Notes from the Small Pond...LinguisticsWhoever invented that stupid nursery rhyme about “sticks and stones breaking bones” and “names never hurting” was just plain wrong and did more harm to generations of grower-uppers than Captain Kangaroo could ever heal.
By: Parnell Thill, Pine Journal
Whoever invented that stupid nursery rhyme about “sticks and stones breaking bones” and “names never hurting” was just plain wrong and did more harm to generations of grower-uppers than Captain Kangaroo could ever heal. Words freaking hurt. Way more than sticks and stones, for God’s sake. I’d rather be beaten to a pulp and dumped in a garbage can than labeled “pedophile” the rest of my life, even though it’s just a word. But that’s just me.
Twenty-some years ago I woke up one sunny morning in our tiny, hot apartment and turned on the radio to listen to the news. The previous night, while we slept, just a block down the street a young man had been beaten to death. “Curb-stomped” to be specific. I’d never heard the term before then and never since, but it’s burned into my consciousness like an ugly Tyson tattoo. Turns out, the guy was stomped to death because he called someone else “fag.” Just a word.
Just words. … But apply them to an actual, individual human being and the destruction is diabolical. Turns out, words aren’t just words. They mean things. And, amazingly, the same words – the identical combination of letters – mean different things to different people, at different times, in different contexts. Words are amazing. Greatest show on Earth.
The word “chair” doesn’t mean anything at all other that what it means to each, individual human being’s notion of what a chair is. Therefore, my idea of “chair” is totally my own and necessarily distinct from everyone else’s....because my experience of chairs, early on and still, continually informs the picture of “chair” that comes up in my mind when I hear, speak or see the word. My idea of “chairness” is a wooden, sort of mission style chair. The kind my parents had around our kitchen table when I was a kid. What’s your idea of “chair?”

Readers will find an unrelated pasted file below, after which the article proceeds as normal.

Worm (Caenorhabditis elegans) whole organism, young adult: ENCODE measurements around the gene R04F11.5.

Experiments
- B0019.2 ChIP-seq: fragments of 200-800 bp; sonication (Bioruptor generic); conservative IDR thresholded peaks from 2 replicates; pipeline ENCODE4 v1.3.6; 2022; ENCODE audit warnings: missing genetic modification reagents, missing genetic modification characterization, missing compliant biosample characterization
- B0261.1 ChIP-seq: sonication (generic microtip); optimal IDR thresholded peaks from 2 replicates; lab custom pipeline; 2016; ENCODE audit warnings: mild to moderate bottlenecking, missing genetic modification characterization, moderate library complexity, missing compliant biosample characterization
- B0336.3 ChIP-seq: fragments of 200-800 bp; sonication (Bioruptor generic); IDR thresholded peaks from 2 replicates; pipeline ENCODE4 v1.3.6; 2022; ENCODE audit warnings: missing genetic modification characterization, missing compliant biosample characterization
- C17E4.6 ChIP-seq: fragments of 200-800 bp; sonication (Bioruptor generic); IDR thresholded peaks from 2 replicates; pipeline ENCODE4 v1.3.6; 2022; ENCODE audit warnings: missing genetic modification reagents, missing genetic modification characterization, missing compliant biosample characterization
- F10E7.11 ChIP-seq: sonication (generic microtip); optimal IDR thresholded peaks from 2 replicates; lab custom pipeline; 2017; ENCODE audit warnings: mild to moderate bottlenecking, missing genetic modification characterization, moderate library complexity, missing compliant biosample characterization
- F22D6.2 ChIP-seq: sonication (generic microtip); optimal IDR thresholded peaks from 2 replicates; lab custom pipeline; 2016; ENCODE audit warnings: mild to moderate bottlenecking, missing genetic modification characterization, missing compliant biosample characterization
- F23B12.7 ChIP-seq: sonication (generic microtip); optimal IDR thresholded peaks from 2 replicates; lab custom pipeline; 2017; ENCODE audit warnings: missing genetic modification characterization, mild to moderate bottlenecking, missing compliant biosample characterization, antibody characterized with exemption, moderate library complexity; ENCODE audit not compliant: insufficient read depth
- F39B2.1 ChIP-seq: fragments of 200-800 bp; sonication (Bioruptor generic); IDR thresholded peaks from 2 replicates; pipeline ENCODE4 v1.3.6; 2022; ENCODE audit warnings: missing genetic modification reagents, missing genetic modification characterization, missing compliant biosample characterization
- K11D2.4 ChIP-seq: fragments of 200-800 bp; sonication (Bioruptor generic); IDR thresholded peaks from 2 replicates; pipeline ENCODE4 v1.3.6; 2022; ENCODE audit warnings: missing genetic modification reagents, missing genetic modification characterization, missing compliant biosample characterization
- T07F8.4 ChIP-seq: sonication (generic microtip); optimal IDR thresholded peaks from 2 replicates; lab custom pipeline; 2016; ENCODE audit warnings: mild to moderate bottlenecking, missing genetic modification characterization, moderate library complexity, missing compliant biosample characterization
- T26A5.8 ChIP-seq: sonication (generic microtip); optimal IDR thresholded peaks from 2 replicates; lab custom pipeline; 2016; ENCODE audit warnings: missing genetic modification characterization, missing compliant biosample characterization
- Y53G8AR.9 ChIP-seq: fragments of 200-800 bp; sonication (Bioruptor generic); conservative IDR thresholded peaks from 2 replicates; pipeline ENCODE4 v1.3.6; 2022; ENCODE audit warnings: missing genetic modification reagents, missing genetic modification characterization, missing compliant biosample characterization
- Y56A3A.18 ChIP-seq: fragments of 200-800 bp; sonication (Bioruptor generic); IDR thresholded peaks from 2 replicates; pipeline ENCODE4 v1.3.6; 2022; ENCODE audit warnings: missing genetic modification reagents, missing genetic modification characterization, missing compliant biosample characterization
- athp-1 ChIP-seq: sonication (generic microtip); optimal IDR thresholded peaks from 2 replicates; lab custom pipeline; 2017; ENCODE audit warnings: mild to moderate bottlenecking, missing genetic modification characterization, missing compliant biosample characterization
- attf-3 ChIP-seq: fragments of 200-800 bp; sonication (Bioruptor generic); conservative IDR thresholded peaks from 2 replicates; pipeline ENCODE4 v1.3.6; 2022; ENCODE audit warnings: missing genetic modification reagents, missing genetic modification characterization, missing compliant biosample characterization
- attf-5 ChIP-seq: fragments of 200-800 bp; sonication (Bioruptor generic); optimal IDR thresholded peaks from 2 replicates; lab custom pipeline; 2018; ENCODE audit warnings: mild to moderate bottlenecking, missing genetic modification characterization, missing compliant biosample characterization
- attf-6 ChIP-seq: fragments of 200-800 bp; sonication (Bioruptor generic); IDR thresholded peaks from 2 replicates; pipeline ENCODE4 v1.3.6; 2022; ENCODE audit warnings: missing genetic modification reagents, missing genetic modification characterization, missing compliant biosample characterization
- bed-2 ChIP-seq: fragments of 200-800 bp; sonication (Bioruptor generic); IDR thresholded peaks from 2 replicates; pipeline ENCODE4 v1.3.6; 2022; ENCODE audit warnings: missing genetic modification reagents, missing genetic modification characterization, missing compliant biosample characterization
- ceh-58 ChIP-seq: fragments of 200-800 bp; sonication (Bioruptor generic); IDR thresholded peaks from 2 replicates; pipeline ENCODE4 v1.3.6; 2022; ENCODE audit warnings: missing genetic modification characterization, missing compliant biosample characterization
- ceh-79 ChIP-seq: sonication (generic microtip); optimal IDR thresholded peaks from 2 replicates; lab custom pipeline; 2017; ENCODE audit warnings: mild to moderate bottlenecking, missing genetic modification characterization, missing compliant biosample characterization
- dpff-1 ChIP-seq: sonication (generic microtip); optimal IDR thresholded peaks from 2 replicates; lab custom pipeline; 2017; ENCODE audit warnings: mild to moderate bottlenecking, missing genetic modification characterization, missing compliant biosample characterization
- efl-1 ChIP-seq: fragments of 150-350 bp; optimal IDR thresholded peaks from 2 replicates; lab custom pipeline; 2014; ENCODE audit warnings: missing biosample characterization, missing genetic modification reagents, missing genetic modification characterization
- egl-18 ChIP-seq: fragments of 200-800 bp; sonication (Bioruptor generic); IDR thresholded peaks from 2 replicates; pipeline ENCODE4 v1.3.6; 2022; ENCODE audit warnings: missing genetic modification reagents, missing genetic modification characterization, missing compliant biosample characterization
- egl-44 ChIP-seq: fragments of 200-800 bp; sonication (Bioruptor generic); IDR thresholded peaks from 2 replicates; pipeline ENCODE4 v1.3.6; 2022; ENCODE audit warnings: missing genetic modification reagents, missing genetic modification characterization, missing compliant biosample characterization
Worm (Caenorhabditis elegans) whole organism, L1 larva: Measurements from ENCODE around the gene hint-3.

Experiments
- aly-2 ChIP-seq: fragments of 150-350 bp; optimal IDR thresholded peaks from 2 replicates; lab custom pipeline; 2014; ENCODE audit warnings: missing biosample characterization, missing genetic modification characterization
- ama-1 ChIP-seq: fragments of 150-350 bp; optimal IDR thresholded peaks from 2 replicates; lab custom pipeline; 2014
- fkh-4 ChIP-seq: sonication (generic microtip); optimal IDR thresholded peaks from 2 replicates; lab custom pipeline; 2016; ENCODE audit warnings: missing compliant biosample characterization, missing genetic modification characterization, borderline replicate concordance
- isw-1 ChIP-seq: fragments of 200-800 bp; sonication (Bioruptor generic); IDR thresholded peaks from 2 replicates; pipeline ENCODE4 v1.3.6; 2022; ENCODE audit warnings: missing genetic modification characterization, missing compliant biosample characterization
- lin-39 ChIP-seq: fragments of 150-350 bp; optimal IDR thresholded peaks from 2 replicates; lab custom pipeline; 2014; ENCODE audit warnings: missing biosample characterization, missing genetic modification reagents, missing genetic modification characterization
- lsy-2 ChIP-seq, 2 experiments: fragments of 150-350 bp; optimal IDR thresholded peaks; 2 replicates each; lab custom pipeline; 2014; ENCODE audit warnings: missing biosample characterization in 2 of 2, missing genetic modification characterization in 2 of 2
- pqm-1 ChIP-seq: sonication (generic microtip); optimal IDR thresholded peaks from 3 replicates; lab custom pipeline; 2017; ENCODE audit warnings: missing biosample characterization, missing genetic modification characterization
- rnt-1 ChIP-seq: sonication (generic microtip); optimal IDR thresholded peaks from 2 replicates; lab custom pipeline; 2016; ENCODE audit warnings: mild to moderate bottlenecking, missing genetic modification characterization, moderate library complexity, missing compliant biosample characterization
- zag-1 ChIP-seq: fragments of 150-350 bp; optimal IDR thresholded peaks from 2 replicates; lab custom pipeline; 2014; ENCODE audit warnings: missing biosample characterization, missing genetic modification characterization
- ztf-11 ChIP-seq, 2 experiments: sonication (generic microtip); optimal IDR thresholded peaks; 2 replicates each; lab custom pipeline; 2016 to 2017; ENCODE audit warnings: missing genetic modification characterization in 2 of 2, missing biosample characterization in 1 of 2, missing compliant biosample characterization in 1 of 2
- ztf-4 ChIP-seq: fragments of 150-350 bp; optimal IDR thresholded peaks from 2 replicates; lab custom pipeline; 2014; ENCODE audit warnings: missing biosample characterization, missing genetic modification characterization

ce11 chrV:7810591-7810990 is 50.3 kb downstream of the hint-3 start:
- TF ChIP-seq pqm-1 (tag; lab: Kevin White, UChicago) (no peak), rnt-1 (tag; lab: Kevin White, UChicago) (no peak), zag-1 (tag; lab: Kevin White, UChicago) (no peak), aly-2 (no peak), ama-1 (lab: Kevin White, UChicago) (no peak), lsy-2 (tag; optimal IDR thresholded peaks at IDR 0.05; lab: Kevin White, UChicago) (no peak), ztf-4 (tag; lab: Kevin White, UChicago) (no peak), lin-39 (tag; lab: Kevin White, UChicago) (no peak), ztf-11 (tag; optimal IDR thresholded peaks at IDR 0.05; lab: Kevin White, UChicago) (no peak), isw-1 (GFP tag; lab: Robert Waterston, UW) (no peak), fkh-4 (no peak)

What’s your idea of “felon?” Scary? What color skin? What gender? What age? What crime? What kind of house? What job? What do they believe? How did they grow up? What’s their favorite song? Their favorite ice cream? What heartbreaks? What victories?
A good friend of mine had a beloved black lab named “Felon.” A loveable, smart, affectionate animal. “Felon” was just a name. A one-dimensional descriptor.
We’d do well to keep that one-dimensional nature of “labels” in mind when we use them. When we hear them.
What’s your idea of “addict?” Or “winner?” What/who do you see when you hear or read those words? They’re just words, right?
There are 7 billion of us. Seven billion ideas of “chair.” Seven billion notions of “felon.” “Addict.” “Dad.” “Friend.” “Loser.” Lots of room for interpretation. Lots of room for misunderstanding. And lots of opportunities to improve our understanding of one another. Heard a young mother telling her toddler the other day: “Use your words.” Excellent advice for non-toddlers.
But which words? It’s important to use the right ones at the right times. Words are not like money. If I want to spend a dollar, I have lots of options, i.e.: a one-dollar bill. One hundred pennies. Twenty nickels. Ten dimes. Four quarters. And so on.
Words are not to be similarly spent. Saying “I love you” means an entirely different thing every time the phrase is uttered. The same three words spoken to your wife, your son, your dog, your lasagna, your Buick, have entirely different meanings. And, “I love you” means something else when one’s behavior doesn’t jive with the utterance, i.e.: If I beat you, steal from you, lie to you, cheat on you, disrespect you, ignore you, humiliate you, saying, “I love you” all the while…well. You get the point. What I might really mean is: “I need you. Or I resent the hell out of you, but can’t leave you because I need your paycheck. Or I really wish I still loved you...” and so on.
Plato, in “The Republic” is all over this. Read his cave allegory.